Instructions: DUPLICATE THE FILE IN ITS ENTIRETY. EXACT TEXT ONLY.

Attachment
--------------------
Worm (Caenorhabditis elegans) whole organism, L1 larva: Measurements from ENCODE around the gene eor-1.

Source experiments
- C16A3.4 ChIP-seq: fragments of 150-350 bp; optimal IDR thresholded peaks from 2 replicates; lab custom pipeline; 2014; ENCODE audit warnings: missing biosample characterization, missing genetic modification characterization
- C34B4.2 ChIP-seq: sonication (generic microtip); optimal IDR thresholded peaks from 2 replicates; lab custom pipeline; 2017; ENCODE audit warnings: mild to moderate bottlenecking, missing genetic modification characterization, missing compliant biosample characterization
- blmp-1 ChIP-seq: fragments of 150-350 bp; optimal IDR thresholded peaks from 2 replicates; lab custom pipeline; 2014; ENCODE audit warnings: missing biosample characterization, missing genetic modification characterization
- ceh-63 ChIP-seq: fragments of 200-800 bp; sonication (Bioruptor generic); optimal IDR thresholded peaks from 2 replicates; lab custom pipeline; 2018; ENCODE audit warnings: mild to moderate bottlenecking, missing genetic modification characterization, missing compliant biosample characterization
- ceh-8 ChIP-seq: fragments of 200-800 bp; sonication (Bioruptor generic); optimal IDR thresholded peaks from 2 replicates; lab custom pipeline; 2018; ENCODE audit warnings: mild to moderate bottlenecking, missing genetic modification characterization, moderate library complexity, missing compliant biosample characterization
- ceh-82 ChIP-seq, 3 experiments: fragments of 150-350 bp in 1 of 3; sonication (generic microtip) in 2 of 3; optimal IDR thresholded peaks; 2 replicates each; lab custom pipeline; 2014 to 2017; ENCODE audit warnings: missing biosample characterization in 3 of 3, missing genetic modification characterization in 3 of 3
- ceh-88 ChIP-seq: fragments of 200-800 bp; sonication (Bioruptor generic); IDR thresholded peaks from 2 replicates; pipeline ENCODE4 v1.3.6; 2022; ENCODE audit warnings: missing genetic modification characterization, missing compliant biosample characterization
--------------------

Worm (Caenorhabditis elegans) whole organism, L1 larva: Measurements from ENCODE around the gene eor-1.

Source experiments
- C16A3.4 ChIP-seq: fragments of 150-350 bp; optimal IDR thresholded peaks from 2 replicates; lab custom pipeline; 2014; ENCODE audit warnings: missing biosample characterization, missing genetic modification characterization
- C34B4.2 ChIP-seq: sonication (generic microtip); optimal IDR thresholded peaks from 2 replicates; lab custom pipeline; 2017; ENCODE audit warnings: mild to moderate bottlenecking, missing genetic modification characterization, missing compliant biosample characterization
- blmp-1 ChIP-seq: fragments of 150-350 bp; optimal IDR thresholded peaks from 2 replicates; lab custom pipeline; 2014; ENCODE audit warnings: missing biosample characterization, missing genetic modification characterization
- ceh-63 ChIP-seq: fragments of 200-800 bp; sonication (Bioruptor generic); optimal IDR thresholded peaks from 2 replicates; lab custom pipeline; 2018; ENCODE audit warnings: mild to moderate bottlenecking, missing genetic modification characterization, missing compliant biosample characterization
- ceh-8 ChIP-seq: fragments of 200-800 bp; sonication (Bioruptor generic); optimal IDR thresholded peaks from 2 replicates; lab custom pipeline; 2018; ENCODE audit warnings: mild to moderate bottlenecking, missing genetic modification characterization, moderate library complexity, missing compliant biosample characterization
- ceh-82 ChIP-seq, 3 experiments: fragments of 150-350 bp in 1 of 3; sonication (generic microtip) in 2 of 3; optimal IDR thresholded peaks; 2 replicates each; lab custom pipeline; 2014 to 2017; ENCODE audit warnings: missing biosample characterization in 3 of 3, missing genetic modification characterization in 3 of 3
- ceh-88 ChIP-seq: fragments of 200-800 bp; sonication (Bioruptor generic); IDR thresholded peaks from 2 replicates; pipeline ENCODE4 v1.3.6; 2022; ENCODE audit warnings: missing genetic modification characterization, missing compliant biosample characterization